The talk of the offseason is and will continue to be Miami Marlins right fielder Giancarlo Stanton. With the organization’s management looking to rid itself of the slugger’s not-so-friendly contract — 11 more years at $25-32 million per year — many teams will call in to see what their demands are for the right fielder. Being that teams are aware of Miami’s desire to get Stanton’s contract off the books, his trade value is not all too great.
However, while that contract can serve as a major roadblock for any team looking to trade for his services, consider the contract that another star right fielder will receive next winter — that being Bryce Harper of the Washington Nationals.
Harper is bound to hit the open market after the 2018 season and will, for sure, be looking to cash in big. According to Joel Sherman of the New York Post, such a contract, whether that be an extension with Washington or with another team in free agency, will likely exceed $400 million. Such a deal would overtake Stanton, in terms of money, as the largest contract in sports history. When taking into account the presence and mastermind that’s agent Scott Boras, chances are he’ll get what he’s looking for.
Boras is arguably the most successful agent in sports history. He convinced the Nationals that Max Scherzer was the Peyton Manning of baseball and worthy of $210 million. He also got them to give Stephen Strasburg, who came off an injury-riddled 2015 season, $175 million. He got the Yankees to give Jacoby Ellsbury $153 million. He’s now trying to convince teams that J.D. Martinez is the “King Kong of Slug” and that Jake Arrieta is “a big squirrel with a lot of nuts.”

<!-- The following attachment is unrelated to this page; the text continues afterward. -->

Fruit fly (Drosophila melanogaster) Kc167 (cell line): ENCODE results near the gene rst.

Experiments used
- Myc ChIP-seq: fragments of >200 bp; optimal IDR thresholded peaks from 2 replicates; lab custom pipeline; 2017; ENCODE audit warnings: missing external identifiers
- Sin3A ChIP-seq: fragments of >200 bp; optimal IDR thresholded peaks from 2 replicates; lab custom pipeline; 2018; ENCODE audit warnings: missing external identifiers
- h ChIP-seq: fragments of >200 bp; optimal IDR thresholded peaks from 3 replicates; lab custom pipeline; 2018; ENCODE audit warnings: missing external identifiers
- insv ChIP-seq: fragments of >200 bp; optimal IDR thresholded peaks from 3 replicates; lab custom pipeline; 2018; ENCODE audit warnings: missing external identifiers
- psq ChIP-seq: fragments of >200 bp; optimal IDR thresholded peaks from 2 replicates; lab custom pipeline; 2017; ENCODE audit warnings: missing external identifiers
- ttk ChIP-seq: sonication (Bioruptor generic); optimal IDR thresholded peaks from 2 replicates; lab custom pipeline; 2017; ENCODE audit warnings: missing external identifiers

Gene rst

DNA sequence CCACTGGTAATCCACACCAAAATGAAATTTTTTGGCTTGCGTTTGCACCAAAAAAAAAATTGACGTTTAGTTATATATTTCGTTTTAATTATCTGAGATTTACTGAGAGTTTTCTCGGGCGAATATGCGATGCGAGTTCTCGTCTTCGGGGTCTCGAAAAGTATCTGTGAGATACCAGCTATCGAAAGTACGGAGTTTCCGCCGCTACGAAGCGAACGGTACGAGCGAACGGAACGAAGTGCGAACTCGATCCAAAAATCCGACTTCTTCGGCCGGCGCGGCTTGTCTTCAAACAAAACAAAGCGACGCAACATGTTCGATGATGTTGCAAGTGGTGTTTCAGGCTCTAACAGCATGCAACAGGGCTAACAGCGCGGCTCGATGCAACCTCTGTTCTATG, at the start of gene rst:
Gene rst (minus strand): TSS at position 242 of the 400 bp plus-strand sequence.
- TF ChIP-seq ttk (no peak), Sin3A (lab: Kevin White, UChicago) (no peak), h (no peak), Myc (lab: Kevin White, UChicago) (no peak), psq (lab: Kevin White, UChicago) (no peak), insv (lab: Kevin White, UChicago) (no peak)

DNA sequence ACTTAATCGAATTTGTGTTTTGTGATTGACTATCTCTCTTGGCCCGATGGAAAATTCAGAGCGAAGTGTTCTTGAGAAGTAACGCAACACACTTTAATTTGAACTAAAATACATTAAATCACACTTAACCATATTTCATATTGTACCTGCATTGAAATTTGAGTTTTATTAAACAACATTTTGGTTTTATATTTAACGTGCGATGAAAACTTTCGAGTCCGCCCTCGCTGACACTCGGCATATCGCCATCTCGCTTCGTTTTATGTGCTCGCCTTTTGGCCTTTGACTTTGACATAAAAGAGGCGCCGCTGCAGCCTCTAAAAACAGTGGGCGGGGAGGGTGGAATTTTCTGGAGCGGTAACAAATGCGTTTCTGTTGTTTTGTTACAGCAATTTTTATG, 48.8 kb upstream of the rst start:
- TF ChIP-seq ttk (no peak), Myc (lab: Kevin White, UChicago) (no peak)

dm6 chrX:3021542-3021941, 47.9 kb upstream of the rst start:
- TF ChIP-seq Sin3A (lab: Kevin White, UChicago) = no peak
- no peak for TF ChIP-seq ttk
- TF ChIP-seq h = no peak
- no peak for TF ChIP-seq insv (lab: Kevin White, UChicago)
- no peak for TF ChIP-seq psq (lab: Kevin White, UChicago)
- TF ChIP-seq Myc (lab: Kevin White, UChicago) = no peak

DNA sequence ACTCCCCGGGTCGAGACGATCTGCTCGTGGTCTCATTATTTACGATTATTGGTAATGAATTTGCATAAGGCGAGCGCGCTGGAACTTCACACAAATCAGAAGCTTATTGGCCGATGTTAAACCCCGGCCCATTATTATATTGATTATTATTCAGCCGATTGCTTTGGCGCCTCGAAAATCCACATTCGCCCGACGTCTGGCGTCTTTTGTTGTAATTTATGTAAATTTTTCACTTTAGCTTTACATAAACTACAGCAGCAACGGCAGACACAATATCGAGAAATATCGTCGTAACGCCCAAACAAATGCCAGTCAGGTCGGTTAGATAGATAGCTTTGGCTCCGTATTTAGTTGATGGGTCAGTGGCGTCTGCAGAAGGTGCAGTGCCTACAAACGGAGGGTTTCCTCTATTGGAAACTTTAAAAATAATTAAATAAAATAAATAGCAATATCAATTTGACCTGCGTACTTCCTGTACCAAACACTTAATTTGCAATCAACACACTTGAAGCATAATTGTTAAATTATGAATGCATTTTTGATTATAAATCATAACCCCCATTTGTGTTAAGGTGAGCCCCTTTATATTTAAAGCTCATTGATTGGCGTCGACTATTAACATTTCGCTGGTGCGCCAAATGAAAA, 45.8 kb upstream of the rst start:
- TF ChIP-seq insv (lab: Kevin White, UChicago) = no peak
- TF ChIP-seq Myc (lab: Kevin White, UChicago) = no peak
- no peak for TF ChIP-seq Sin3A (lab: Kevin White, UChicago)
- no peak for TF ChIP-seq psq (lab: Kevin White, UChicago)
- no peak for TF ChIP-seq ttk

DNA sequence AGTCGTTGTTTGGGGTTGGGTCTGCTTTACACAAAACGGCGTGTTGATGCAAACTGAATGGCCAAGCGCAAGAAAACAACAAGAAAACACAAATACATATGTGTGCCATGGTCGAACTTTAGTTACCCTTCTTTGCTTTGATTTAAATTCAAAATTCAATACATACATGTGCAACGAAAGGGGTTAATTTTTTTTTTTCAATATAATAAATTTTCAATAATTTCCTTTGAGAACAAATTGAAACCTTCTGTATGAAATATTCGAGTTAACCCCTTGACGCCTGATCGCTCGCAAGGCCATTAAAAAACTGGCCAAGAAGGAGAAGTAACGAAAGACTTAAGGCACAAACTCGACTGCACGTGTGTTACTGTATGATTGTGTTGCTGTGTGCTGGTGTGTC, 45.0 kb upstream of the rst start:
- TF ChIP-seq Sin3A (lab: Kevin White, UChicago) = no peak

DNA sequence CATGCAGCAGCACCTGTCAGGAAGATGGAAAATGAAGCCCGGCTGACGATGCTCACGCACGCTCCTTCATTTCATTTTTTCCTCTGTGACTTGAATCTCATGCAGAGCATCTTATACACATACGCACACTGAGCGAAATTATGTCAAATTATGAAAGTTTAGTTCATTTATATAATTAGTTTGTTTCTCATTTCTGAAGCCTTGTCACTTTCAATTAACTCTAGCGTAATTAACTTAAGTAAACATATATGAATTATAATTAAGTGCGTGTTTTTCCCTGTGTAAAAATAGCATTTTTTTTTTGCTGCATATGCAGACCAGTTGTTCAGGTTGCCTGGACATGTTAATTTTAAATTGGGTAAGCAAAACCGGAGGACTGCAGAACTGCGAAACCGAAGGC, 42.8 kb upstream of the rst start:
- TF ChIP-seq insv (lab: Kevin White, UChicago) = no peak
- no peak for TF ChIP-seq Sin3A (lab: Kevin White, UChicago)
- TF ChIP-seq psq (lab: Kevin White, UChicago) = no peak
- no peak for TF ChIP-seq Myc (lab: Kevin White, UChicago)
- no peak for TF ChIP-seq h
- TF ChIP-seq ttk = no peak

Will he get his way? It would not be shocking by any means if he executes, and with Harper hitting free agency next winter, that thinking will only further on Boras’ end, and likely to the 25-year-old’s benefit.
But many fans, players and executives will say that Harper is worthy of every penny in a potential mega-deal, and that they have no issue with him getting such a contract. When comparing Stanton and Harper to one another, is the Nationals’ prized stallion really that much better than the Marlins’ star?
Last year, Harper endured, yet another, successful season. Hitting .319/.413/.595, to go along with 29 home runs and 87 runs batted in, he was a key component to the Nationals winning the NL East for the fourth time in the last six seasons. Harper, though, missed a significant amount of time late in the year with a hyperextended left knee after he violently came down on first base.
It’s also important to keep in mind that before this season, Harper strung together just one truly great season. Hitting a career-high .330/.460/.649 in 2015, to go along with 42 home runs, 99 runs batted in and 118 runs scored, Harper put forth his best all-around year at the plate, as well as in the field, which resulted in him winning the NL MVP. The ensuing year, he slipped.